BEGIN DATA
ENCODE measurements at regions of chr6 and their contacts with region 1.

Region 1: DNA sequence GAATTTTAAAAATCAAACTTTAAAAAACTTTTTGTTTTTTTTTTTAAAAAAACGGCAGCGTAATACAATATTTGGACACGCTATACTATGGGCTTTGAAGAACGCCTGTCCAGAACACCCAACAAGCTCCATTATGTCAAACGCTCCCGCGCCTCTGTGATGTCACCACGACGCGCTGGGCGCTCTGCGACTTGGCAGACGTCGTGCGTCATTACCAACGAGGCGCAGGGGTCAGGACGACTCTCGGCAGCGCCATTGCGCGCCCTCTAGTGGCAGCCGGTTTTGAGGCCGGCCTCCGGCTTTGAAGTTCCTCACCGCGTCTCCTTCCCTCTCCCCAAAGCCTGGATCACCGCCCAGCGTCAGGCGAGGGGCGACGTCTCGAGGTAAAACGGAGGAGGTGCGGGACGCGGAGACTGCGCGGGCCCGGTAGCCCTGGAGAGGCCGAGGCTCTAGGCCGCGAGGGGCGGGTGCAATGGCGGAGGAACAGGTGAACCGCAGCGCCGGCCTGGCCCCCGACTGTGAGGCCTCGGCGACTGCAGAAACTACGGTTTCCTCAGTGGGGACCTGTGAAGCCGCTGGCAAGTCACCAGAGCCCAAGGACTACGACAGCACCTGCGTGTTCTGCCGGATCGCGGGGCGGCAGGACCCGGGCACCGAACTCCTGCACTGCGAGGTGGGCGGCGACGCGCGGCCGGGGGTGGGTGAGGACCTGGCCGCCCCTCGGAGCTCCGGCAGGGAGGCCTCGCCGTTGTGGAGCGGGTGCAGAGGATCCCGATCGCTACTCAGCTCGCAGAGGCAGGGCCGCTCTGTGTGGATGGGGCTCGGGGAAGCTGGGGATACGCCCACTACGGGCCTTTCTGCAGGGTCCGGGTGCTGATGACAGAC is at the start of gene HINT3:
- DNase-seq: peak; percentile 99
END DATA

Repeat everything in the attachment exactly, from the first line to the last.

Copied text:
ENCODE measurements at regions of chr6 and their contacts with region 1.

Region 1: DNA sequence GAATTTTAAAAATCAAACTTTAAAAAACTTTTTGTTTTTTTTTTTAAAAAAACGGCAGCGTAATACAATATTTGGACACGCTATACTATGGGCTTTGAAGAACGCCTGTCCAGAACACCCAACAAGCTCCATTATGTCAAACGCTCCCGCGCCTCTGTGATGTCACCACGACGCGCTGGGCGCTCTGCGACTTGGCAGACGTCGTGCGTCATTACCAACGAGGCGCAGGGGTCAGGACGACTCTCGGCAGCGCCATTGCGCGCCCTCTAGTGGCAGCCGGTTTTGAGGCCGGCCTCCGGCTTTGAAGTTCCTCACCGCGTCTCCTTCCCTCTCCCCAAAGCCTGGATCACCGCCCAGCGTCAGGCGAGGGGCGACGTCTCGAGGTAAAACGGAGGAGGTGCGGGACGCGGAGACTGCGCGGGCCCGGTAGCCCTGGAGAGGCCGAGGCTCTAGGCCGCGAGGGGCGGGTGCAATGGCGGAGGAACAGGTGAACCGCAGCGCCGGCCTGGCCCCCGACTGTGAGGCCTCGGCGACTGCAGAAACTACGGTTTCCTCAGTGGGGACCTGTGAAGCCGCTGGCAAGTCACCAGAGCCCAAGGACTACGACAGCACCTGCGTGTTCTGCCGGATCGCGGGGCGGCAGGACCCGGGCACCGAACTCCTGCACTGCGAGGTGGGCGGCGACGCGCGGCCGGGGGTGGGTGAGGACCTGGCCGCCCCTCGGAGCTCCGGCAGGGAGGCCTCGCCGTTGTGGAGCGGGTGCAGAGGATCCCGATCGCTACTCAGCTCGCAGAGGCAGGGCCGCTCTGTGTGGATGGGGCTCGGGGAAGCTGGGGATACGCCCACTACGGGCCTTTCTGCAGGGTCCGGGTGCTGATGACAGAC is at the start of gene HINT3:
- DNase-seq: peak; percentile 99